DSM V and Introversion

As many already know, the DSM V has been released as a working draft for public feedback. Within the draft, Introversion is considered a spectrum marker for schizotypical psychopathology. I am not a therapist or a clinician of any sort, so I am really looking for some clarification and insight on the issue. Personally, I take issue as introversion and extroversion seem to cover a spectrum of social engagement, which almost by definition must be within a cultural context. The United States deeply favors extroversion, while say, the Swiss are known for their value of introversion (stereotypically and taken from anecdotes of individuals). I recognize the prickly nature of these sweeping generalizations, which makes it all the more pertinent to investigate and discuss the DSM V's prejudice against a culturally relative tendency.

Depth psychology draws much of its strength from introverted reflection. Jung introduced introversion as a personality type. If one personality type can be deemed pathological, then it follows that the other should have a pathological manifestation. (And we all know pathologically extroverted people pose a much greater threat to social harmony!) It seems as if this is another encounter with the troubling "normal" case buried in the diagnostic depths of psychological statistics.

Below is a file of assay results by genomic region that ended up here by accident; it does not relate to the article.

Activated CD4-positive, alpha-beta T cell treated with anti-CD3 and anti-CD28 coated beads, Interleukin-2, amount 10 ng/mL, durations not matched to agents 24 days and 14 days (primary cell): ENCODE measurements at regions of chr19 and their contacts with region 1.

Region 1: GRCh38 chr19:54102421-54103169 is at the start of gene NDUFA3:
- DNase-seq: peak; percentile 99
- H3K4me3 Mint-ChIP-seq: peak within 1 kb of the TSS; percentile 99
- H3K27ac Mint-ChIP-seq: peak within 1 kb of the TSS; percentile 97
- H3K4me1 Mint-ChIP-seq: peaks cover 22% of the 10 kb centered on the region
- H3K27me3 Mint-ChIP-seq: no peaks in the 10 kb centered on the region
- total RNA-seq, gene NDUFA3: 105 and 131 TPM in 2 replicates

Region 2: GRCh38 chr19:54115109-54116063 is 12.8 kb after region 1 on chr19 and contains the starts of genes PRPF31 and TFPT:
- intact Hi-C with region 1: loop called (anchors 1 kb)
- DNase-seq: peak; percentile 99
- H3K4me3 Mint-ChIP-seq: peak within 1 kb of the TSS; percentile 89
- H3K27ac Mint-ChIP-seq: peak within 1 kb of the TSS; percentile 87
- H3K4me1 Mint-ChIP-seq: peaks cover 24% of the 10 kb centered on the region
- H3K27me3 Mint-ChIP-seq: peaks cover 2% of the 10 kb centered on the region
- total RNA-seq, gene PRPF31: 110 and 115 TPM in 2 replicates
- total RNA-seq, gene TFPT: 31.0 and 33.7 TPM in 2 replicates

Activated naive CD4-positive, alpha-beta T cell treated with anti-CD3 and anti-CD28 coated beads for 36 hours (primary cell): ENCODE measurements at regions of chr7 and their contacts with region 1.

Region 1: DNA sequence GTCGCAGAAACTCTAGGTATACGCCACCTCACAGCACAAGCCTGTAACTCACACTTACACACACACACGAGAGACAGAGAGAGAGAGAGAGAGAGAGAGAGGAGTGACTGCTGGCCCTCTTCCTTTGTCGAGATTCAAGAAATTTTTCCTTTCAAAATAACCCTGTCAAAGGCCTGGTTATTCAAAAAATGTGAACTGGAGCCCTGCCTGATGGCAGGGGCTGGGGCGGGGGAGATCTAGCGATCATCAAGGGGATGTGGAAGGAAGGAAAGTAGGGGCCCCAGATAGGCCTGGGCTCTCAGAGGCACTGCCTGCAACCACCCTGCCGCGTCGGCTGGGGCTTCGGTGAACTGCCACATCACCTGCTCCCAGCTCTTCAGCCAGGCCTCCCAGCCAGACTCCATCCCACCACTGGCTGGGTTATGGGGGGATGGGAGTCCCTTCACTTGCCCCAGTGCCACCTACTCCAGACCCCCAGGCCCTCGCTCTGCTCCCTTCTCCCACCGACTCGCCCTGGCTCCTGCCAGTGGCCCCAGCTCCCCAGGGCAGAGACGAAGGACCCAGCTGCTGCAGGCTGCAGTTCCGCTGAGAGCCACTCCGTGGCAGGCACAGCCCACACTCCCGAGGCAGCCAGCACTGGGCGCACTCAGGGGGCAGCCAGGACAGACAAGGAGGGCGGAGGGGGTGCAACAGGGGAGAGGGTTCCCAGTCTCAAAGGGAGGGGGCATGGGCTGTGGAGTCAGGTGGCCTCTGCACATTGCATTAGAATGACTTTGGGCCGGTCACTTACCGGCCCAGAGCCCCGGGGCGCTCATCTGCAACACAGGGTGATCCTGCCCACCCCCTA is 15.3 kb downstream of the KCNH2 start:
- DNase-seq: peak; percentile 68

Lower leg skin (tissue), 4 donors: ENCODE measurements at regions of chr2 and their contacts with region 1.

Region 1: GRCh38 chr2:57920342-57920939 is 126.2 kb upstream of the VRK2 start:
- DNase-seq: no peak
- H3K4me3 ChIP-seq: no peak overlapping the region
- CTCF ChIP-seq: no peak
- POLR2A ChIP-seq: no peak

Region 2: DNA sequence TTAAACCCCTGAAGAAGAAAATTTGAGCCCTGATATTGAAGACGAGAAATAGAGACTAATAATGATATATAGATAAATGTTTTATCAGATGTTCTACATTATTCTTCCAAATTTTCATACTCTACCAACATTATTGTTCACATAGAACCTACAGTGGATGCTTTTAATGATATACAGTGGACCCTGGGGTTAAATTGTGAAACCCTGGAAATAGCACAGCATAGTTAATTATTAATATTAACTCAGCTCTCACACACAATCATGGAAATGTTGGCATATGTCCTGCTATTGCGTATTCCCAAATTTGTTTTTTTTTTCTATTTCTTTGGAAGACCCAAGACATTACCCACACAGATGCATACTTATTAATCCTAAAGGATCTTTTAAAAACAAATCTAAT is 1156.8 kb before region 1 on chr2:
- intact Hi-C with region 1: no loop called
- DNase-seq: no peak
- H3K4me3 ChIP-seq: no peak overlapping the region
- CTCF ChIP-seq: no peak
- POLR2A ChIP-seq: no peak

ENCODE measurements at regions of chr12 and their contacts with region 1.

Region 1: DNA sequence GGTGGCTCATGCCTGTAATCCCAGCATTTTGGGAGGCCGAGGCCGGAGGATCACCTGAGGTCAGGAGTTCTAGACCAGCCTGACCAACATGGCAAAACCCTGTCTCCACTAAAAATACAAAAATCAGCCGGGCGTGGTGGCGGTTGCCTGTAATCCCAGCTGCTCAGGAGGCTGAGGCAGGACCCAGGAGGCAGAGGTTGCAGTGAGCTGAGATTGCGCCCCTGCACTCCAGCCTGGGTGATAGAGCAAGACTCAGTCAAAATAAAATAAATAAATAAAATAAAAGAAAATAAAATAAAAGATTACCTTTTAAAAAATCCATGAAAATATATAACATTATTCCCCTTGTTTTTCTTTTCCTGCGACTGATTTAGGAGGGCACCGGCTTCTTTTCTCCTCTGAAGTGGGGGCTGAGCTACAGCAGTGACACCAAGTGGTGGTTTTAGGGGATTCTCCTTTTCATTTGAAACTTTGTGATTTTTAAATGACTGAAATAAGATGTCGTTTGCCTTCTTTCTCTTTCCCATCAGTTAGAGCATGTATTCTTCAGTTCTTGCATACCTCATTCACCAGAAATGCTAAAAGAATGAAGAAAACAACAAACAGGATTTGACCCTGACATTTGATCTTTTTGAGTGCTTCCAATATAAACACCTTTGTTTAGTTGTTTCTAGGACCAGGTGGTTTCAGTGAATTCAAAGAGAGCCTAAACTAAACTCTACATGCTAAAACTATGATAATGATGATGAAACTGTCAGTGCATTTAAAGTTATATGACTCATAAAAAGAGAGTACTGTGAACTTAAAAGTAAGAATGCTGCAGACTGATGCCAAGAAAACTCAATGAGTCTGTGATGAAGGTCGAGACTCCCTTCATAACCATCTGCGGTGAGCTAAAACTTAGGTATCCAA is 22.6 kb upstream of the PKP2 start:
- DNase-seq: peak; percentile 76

I would really appreciate any discussion on this, as I am really wondering if my concept of introversion is not applicable to the discussion at hand, or if my concept of cultural biases is not grounded?

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  • John--I wholeheartedly agree with your assessment about the "types". Clearly, every type has its shadow, and if our culture chooses to label those who go within to recharge and gain insight as pathological, I wonder who will continue to hold the unspoken, the silence, and the unsayable in our world. I am reminded of the Buryat shamans (and many others) who were forced to go underground as new and intolerant governments sprang up who would not allow them to practice their craft. The work still somehow took place, but the suffering so many had to undergo in hiding was devastating. I am also reminded that, in earth-based communities, those that seemed 'abnormal' were encircled by the village and "tended" until they came through whatever malaise was ailing them. How can we ressurect that in our culture, I wonder, instead of simply slapping a label on it and calling it unnatural. Or, hey, maybe they'll just develop a pill that will make me outgoing and I won't have to reflect on such things any longer....
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